The tiny Furby-like pygmy tarsier, presumed to be extinct, was found during a recent expedition to Indonesia. And the cuddly, huge-eyed nocturnal critter is the very definition of cute.

"They always look like they have a perpetual smile on their face, which adds to the attraction," says physical anthropologist Sharon Gursky-Doyen, who found the presumed lost species.

Gursky-Doyen of Texas A&M University traveled into the mountains of Sulawesi Island in Indonesia to confirm that the pygmy tarsier was unequivocally extinct, but ended up becoming the first person in more than 80 years to spot a live one.

Many scientific teams had previously tried but failed to find the two-ounce (60-gram) primate, which has long spindly fingers, dines on insects and can rotate its head 180 degrees like an owl. "I honestly didn't have a lot of faith," Gursky-Doyen told, "I had very low expectations of actually finding them."

But then she did. "It was very, very euphoric, but I was shaking like a leaf," she says about her surprising discovery. "I was shaking so much that I could barely handle him."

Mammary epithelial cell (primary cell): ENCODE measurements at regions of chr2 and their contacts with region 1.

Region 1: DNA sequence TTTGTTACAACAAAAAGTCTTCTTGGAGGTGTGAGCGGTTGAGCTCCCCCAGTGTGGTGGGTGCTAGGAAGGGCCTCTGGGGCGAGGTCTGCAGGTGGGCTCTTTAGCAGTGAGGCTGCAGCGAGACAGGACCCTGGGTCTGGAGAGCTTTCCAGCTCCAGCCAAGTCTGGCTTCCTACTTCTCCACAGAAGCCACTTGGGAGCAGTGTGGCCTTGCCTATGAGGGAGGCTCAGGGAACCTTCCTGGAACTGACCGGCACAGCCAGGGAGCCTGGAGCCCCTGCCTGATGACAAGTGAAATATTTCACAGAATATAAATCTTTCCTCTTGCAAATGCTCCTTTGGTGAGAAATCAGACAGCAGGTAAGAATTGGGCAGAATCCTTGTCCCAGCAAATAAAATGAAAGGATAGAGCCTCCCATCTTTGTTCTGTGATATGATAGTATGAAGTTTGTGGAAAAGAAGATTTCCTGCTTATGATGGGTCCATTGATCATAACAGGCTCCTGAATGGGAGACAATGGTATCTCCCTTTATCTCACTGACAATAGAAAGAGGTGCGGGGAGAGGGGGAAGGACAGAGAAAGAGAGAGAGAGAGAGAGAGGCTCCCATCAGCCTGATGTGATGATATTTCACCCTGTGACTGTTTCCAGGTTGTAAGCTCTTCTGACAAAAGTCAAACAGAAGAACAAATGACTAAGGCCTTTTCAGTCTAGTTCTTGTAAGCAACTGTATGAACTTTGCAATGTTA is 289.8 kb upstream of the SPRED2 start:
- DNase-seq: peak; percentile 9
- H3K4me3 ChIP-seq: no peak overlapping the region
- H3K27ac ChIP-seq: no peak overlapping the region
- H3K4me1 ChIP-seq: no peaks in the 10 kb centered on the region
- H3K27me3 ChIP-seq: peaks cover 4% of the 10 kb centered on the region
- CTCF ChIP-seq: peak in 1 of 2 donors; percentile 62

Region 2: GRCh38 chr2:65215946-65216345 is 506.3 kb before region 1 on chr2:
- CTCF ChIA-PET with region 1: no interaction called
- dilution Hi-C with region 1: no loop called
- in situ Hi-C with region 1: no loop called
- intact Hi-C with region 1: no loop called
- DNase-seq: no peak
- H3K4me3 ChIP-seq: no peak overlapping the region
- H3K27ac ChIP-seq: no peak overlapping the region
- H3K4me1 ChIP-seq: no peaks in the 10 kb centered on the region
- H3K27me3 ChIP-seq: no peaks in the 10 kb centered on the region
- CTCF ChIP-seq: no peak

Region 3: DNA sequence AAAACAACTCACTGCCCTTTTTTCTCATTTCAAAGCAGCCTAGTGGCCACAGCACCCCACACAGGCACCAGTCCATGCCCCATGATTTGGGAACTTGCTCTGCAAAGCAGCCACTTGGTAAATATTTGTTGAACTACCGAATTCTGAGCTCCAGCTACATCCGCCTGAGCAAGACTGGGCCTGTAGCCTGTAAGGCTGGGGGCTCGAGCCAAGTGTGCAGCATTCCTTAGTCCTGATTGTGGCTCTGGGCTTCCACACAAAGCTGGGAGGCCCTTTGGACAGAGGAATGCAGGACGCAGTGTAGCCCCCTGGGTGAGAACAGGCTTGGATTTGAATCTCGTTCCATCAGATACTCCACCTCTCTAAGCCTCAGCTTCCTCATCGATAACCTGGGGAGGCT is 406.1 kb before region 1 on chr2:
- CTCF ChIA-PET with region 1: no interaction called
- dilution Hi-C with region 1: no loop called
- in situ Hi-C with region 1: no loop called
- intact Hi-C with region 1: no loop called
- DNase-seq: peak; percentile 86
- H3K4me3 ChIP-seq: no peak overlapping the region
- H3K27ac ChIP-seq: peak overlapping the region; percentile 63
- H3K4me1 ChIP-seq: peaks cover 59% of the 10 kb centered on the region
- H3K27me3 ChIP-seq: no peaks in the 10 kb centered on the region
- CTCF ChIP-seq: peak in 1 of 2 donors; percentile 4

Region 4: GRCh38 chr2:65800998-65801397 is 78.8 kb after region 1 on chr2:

Over the course of two months, her team captured two more and spotted a fourth. They snapped radio collars on the fuzzy creatures to track them.

Gursky-Doyen explains that finding the pygmy tarsier means that other animals on the island may have smaller ranges than previously believed, making them more vulnerable to extinction.

Pygmy tarsiers are about half the size of other species and sport claws on their hands and feet instead of nails. Gursky-Doyen speculates that their claws may be an evolutionary adaptation to help them grasp the moss-covered trees of their damp environment.

(Images courtesy of Sharon Gursky-Doyen)